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Experiment of a Resource-Oriented Agro-Sanitation System for Urban Slum Area: Case of Indonesia

  • Neni Sintawardani
  • Ken Ushijima
  • Umi Hamidah
  • Yosuke Deguchi
  • Jovita Triastuti
  • Naoyuki Funamizu
  • Mitsuteru Irie
  • Tadaharu Ishikawa
Chapter

Abstract

This chapter describes case study of applicability assessment for resource-oriented agro-sanitation business for urban slum in Indonesia, based on interdisciplinary field survey, (1) economic feasibility assessment, (2) demand potential assessment, and (3) social acceptability. The value flow analysis evaluated garbage disposal cost and excreta disposal cost at 0.7 and 1.1%, respectively, of household income, which represents a reasonable cost to disposers. However, under the current disposal scheme, negative value due to excreta disposal to river appears to be passed on to downstream populations. The structure of this value flow indicates that little attention is paid to the negative externalities, indicating that a solution in this case may be difficult to obtain. The affordable initial cost of a new resource recycling system was evaluated and compared with the costs of a currently available compost toilet by evaluating equipment lifetimes and potential income streams available from the sale of human excrement fertilizers. To estimate a value for the human excrement fertilizer, real-world case study in Indonesia, in which money was paid in exchange for human urine, was referred to. The evaluated affordable initial cost derived was sufficiently comparable to the price of a cheaper composting toilet currently available in the market. This implies that such a resource recycling system is feasible even in an urban slum. Results of demand and supply assessment showed that if resource-oriented sanitation system was diffused, supply would excess demands in the circle of 32 km radius, therefore cost discussion should assume more than 32 km transportation. According to the results of case estimation of tea plantation, total cost for fertilizer provided by resource-oriented sanitation system is possibly competitive to the normal price of synthetic fertilizer. However, if compared to subsidized price for low-income farmers, it seems difficult to compete. Regarding social aspect, the context of Islamic law is important. Islamic authorities regarded the resource-oriented sanitation system as no problematic concept and acceptable in the context of Islamic law.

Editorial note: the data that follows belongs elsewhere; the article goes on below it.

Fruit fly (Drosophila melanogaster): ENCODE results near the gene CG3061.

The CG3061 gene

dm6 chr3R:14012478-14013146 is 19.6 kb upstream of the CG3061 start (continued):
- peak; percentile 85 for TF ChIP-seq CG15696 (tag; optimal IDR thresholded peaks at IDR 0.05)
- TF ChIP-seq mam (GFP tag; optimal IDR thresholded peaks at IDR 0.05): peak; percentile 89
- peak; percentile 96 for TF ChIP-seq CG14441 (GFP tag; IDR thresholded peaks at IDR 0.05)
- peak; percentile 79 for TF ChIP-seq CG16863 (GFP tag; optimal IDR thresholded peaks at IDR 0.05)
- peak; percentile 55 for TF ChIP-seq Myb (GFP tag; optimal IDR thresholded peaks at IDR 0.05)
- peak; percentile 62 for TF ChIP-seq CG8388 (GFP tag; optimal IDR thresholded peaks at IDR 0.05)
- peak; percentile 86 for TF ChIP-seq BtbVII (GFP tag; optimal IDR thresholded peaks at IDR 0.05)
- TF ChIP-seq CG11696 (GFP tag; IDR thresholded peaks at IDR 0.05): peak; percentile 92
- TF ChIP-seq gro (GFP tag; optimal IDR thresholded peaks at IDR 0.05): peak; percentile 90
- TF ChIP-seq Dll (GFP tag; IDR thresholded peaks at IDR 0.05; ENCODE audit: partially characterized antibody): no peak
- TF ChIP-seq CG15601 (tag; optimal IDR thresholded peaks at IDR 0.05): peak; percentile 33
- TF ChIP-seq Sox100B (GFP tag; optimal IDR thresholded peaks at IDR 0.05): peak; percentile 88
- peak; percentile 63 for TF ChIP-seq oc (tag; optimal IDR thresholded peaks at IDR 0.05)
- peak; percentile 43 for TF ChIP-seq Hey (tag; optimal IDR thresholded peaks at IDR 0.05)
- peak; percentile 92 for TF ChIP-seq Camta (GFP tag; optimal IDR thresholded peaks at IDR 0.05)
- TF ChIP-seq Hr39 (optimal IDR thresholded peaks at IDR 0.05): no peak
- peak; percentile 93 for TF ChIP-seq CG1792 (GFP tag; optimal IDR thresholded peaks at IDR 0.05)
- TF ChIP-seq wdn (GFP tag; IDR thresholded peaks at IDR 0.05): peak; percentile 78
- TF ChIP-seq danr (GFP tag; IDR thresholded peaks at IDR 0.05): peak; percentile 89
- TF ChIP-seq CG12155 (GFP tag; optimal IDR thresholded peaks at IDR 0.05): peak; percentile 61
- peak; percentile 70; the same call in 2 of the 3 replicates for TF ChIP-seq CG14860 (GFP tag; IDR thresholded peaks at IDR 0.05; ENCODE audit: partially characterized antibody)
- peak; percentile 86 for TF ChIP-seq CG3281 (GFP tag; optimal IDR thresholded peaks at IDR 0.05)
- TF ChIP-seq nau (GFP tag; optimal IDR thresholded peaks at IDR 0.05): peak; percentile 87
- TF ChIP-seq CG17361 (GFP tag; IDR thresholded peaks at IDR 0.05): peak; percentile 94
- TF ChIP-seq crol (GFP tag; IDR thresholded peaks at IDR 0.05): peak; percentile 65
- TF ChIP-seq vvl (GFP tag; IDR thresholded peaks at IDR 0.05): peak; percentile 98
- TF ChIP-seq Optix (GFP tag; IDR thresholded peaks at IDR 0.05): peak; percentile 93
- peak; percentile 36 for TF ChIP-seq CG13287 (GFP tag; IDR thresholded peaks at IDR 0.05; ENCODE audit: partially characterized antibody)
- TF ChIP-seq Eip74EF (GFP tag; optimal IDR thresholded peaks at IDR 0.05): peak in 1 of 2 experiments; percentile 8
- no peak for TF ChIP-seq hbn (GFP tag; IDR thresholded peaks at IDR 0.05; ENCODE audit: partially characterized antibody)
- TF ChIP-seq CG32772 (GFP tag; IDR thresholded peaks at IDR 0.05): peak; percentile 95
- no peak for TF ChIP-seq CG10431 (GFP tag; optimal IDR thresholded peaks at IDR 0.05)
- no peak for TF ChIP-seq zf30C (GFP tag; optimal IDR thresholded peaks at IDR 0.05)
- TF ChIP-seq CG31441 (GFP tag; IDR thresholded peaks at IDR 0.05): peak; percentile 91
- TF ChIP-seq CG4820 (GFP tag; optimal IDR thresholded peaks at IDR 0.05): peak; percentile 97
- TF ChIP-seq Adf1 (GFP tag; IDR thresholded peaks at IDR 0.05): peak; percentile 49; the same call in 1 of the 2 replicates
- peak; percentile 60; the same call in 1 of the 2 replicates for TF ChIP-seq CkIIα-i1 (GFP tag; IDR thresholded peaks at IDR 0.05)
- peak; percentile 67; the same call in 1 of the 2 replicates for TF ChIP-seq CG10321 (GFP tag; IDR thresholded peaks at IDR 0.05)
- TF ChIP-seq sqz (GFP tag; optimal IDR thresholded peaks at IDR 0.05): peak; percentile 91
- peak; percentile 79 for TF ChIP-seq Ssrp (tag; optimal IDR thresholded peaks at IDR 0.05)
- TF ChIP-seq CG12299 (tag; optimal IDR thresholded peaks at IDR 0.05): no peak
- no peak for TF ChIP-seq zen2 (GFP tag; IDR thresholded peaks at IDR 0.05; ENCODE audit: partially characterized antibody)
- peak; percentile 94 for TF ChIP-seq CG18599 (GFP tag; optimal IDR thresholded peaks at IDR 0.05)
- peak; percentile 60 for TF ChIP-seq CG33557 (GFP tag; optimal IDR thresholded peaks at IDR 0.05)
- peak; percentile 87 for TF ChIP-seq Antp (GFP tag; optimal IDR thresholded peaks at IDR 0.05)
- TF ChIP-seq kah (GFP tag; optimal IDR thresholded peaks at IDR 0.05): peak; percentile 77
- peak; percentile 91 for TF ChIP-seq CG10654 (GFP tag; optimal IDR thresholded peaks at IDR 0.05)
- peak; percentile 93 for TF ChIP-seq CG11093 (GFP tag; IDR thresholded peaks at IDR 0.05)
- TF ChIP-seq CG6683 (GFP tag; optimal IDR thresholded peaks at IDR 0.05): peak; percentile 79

Keywords

Material flow Value flow Sustainable design Initial cost Urban slum 

Notes

Acknowledgements

This research was financially supported by the Core Research for Evolutional Science and Technology of the Japan Science and Technology Agency (JST-CREST), the Science and Technology Research Partnership for Sustainable Development of the Japan Science and Technology Agency and Japan International Cooperation Agency (JST-JICA-SATREPS), and JSPS KAKENHI Grants-in-Aid for Scientific Research (S).

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Copyright information

© Springer Japan KK, part of Springer Nature 2019

Authors and Affiliations

  • Neni Sintawardani
    • 1
  • Ken Ushijima
    • 2
  • Umi Hamidah
    • 1
  • Yosuke Deguchi
    • 3
  • Jovita Triastuti
    • 1
  • Naoyuki Funamizu
    • 4
    • 5
  • Mitsuteru Irie
    • 6
  • Tadaharu Ishikawa
    • 7
  1. 1.Research Unit for Clean TechnologyIndonesian Institute of SciencesBandungIndonesia
  2. 2.Northern Regional Building Research Institute, Hokkaido Research Organization (HRO)AsahikawaJapan
  3. 3.Nippon Koei Co., LtdTokyoJapan
  4. 4.Graduate School of Global Food ResourcesHokkaido UniversitySapporoJapan
  5. 5.Research Institute of Humanity and Nature, Motoyama KamigamoKyotoJapan
  6. 6.Alliance for Research on North Africa, University of TsukubaTsukubaJapan
  7. 7.Department of Environment and TechnologyTokyo Institute of TechnologyYokohamaJapan

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